It isn’t sustainable.
I understand why in-person schooling ended in March, and why schools remained closed through the academic year. I understand that figuring out how to safely reopen schools is a major challenge, and that poor planning might result in coronavirus outbreaks that necessitate closing down schools again.
I understand all of that.
But what we’ve been doing just isn’t sustainable.
Keeping kids home and teaching them remotely is feasible for the short term. It is not, for the vast majority of American families, a state of affairs that can continue indefinitely without causing serious strain. Most households simply aren’t set up to homeschool for extended periods of time.
I’ve read a lot of articles and op-eds about reopening schools, and most of them focus on the inconvenience of school closures to families. How, these pieces ask, can the economy return to normal if parents are trying to juggle work and childcare?
That’s an important question, but it implies that our schools primarily function as providers of childcare, watching and caring for children so that their parents can work.
What’s missing from most of these conversations is any sense that schools exist to educate children, and provide a safe, stable environment where they can socialize with peers and get exposed to music, art, sports and other enriching activities.
Prolonged closures will do more than disrupt our economy.
They’ll rob students of learning, potentially setting schoolchildren back academically for years to come. For younger and lower-income kids, the impact could be devastating, according to educational experts.
“New research suggests that by September, most students will have fallen behind where they would have been if they had stayed in classrooms, with some losing the equivalent of a full school year’s worth of academic gains,” the New York Times said in a recent report. “Racial and socioeconomic achievement gaps will most likely widen because of disparities in access to computers, home internet connections and direct instruction from teachers.”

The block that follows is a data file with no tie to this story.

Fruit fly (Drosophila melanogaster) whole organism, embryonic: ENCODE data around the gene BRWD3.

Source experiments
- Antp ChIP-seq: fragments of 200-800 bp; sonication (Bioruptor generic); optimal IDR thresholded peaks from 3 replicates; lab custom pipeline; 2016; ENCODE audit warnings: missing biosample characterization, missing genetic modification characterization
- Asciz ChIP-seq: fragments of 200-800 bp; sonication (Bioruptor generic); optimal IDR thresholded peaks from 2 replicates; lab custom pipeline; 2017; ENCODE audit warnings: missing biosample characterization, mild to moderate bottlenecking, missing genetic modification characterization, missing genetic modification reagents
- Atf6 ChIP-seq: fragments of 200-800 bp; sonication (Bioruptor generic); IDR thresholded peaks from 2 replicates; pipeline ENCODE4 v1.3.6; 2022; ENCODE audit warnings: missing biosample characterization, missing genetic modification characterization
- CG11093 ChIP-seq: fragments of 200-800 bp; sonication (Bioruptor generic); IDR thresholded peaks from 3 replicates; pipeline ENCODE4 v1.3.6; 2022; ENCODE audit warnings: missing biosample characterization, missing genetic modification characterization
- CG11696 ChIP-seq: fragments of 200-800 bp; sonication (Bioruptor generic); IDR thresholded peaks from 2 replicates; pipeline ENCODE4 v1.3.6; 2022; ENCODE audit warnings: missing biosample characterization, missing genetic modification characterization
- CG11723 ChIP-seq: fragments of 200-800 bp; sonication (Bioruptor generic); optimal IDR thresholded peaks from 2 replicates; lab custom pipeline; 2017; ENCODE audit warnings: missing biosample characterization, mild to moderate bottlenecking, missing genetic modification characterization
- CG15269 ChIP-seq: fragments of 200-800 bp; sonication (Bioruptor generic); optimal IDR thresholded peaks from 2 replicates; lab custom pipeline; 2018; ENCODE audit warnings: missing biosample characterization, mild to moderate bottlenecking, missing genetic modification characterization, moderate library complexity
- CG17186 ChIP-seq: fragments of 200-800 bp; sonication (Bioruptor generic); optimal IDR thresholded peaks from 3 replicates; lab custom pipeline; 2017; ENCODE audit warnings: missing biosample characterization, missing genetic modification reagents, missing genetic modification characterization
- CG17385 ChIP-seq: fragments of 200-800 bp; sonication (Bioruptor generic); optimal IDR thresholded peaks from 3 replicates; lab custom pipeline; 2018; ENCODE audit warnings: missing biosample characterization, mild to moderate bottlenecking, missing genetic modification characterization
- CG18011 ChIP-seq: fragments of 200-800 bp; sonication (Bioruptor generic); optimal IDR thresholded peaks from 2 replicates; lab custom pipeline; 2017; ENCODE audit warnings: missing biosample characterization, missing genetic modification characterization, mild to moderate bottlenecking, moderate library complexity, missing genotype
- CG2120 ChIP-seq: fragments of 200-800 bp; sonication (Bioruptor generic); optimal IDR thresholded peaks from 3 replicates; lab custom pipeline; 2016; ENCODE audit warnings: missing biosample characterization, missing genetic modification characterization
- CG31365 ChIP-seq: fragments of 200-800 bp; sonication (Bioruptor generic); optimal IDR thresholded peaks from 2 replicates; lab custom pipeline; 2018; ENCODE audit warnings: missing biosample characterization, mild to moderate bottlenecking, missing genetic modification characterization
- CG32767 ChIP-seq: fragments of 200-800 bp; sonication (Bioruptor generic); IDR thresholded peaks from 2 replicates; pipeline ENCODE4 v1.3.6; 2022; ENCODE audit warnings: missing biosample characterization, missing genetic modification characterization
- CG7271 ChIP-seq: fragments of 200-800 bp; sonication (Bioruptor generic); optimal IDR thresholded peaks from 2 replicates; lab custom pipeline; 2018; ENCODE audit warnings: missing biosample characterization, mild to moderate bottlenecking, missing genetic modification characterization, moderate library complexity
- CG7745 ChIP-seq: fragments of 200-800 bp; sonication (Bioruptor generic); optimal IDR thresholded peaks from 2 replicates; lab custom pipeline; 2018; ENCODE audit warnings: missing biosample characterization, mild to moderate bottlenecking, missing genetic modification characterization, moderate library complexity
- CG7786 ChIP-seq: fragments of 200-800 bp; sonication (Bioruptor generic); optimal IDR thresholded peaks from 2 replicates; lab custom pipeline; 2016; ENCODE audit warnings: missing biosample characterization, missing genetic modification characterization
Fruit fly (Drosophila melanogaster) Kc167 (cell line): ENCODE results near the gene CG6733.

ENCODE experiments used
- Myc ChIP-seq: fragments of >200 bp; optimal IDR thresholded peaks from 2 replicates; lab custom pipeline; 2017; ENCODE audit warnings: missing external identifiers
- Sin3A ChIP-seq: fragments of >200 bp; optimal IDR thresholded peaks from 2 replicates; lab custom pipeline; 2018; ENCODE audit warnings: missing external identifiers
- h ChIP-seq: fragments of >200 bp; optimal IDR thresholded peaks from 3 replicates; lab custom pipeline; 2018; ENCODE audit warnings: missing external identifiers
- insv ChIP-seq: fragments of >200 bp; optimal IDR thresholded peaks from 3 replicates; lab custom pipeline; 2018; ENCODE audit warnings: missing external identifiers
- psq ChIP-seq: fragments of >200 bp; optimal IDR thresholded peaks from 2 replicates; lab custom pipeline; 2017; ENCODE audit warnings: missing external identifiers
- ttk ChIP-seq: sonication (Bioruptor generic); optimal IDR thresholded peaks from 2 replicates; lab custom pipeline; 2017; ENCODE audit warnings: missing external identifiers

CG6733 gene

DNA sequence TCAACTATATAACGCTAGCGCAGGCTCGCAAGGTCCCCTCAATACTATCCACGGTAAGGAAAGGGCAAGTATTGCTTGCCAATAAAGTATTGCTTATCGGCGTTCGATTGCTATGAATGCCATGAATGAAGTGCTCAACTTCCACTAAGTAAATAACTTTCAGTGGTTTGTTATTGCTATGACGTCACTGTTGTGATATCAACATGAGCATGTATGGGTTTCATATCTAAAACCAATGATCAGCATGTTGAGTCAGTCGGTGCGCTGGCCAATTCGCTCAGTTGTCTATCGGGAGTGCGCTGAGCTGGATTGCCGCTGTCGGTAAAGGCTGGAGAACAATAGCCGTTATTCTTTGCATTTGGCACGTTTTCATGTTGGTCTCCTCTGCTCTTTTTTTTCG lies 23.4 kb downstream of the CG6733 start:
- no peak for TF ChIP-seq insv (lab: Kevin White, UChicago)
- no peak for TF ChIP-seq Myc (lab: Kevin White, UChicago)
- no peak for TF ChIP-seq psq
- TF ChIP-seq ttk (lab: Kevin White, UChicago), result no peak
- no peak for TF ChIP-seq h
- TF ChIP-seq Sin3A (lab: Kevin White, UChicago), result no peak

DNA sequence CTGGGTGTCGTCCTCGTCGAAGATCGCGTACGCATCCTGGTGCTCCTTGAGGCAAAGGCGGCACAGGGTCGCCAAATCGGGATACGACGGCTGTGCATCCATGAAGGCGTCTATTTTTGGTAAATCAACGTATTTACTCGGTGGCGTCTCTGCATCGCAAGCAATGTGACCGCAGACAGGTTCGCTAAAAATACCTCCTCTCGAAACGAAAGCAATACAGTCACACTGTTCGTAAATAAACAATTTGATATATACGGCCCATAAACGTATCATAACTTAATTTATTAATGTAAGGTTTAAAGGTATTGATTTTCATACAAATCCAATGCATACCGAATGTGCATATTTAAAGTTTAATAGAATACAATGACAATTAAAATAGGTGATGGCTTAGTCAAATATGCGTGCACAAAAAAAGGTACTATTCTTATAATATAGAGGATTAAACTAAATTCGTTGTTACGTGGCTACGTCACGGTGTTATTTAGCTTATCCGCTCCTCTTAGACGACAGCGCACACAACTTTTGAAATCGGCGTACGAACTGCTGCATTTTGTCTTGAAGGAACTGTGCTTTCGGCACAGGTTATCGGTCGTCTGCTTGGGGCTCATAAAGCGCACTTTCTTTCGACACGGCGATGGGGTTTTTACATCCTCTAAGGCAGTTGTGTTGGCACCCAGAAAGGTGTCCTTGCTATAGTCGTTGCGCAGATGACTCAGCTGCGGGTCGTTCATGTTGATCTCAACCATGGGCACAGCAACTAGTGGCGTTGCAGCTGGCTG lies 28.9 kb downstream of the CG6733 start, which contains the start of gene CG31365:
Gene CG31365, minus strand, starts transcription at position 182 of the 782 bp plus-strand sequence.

There are huge costs to keeping schools closed next year, which is why I support reopening them.
I didn’t come to this position easily, and it could change if new information suggests that reopening schools will fuel outbreaks.
Right now, though, that doesn’t appear to be the case.
Children have accounted for roughly 5 percent of all COVID-19 cases and 0.06 percent of all deaths, and they do not appear to transmit the virus at the same rate as adults. Based on what I’ve read, parents are more likely to pass the virus on to their kids than get sickened by their children picking up the virus and passing it on to them.
Also interesting: Last week, the YMCA of the USA announced that it provided childcare for up to 40,000 children between the ages of 1 and 14 during the lockdown, and experienced no coronavirus outbreaks or clusters.
Of course, reopening schools requires that districts proceed with caution, and be prepared to shut down if there’s an outbreak. (France and Israel both saw clusters of outbreaks after reopening their schools.) Students and staff with underlying health conditions that put them at risk of a more serious infection should be permitted to work or learn at home. I’m not sure children need to wear masks, but adults definitely should.
Details on what reopening will look like are hazy, at best.
New York hasn’t released a plan, but officials say they expect to operate at reduced capacity — meaning that schooling will likely be a combination of in-school learning and distance learning at home.
That’s certainly not ideal, and while some in-school learning is better than none, the combination of in-school and distance learning will leave many kids struggling to get to where they need to be academically.
Figuring out how to reopen schools isn’t enough.
We’re also going to need to figure out how to undo the damage caused by prolonged school closures and staggered classroom schedules.
Earlier this month, Gov. Andrew Cuomo gave a congratulatory final regular daily press briefing in which he observed that “we reopened the economy and we saved lives.”
Unmentioned was the big, unsolved, increasingly urgent problem still facing the state — how to get kids back in the classroom so they can learn.
There’s been a lot of hand-wringing over how to get restaurants, bars, movie theaters, offices, hair salons and gyms open and operating safely.
The schools deserve even more attention.
But they’re not getting it, and it’s time for that to change.
Reach Sara Foss at [email protected] Opinions expressed here are her own and not necessarily the newspaper’s.
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